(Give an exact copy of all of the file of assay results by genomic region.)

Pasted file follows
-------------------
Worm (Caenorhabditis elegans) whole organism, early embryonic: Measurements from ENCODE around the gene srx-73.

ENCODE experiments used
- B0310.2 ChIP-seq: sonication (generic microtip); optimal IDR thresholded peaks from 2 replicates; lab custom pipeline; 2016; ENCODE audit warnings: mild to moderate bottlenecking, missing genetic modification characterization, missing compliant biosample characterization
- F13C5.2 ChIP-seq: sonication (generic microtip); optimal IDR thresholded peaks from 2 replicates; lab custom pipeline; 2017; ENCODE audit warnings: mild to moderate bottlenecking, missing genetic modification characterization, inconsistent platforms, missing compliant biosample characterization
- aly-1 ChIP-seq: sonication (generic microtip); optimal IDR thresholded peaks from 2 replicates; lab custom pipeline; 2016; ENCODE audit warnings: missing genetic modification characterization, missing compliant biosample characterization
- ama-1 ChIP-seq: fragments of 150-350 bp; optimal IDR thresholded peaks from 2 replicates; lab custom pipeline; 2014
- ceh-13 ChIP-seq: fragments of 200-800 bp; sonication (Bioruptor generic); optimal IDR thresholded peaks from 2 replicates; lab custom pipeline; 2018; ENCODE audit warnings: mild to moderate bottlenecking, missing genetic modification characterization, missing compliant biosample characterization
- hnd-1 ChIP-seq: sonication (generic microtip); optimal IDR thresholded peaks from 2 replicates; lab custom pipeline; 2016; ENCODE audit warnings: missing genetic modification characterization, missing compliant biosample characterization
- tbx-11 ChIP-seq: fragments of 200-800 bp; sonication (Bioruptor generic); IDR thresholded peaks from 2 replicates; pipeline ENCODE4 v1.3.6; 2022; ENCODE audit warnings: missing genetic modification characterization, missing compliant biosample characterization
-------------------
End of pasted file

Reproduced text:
Worm (Caenorhabditis elegans) whole organism, early embryonic: Measurements from ENCODE around the gene srx-73.

ENCODE experiments used
- B0310.2 ChIP-seq: sonication (generic microtip); optimal IDR thresholded peaks from 2 replicates; lab custom pipeline; 2016; ENCODE audit warnings: mild to moderate bottlenecking, missing genetic modification characterization, missing compliant biosample characterization
- F13C5.2 ChIP-seq: sonication (generic microtip); optimal IDR thresholded peaks from 2 replicates; lab custom pipeline; 2017; ENCODE audit warnings: mild to moderate bottlenecking, missing genetic modification characterization, inconsistent platforms, missing compliant biosample characterization
- aly-1 ChIP-seq: sonication (generic microtip); optimal IDR thresholded peaks from 2 replicates; lab custom pipeline; 2016; ENCODE audit warnings: missing genetic modification characterization, missing compliant biosample characterization
- ama-1 ChIP-seq: fragments of 150-350 bp; optimal IDR thresholded peaks from 2 replicates; lab custom pipeline; 2014
- ceh-13 ChIP-seq: fragments of 200-800 bp; sonication (Bioruptor generic); optimal IDR thresholded peaks from 2 replicates; lab custom pipeline; 2018; ENCODE audit warnings: mild to moderate bottlenecking, missing genetic modification characterization, missing compliant biosample characterization
- hnd-1 ChIP-seq: sonication (generic microtip); optimal IDR thresholded peaks from 2 replicates; lab custom pipeline; 2016; ENCODE audit warnings: missing genetic modification characterization, missing compliant biosample characterization
- tbx-11 ChIP-seq: fragments of 200-800 bp; sonication (Bioruptor generic); IDR thresholded peaks from 2 replicates; pipeline ENCODE4 v1.3.6; 2022; ENCODE audit warnings: missing genetic modification characterization, missing compliant biosample characterization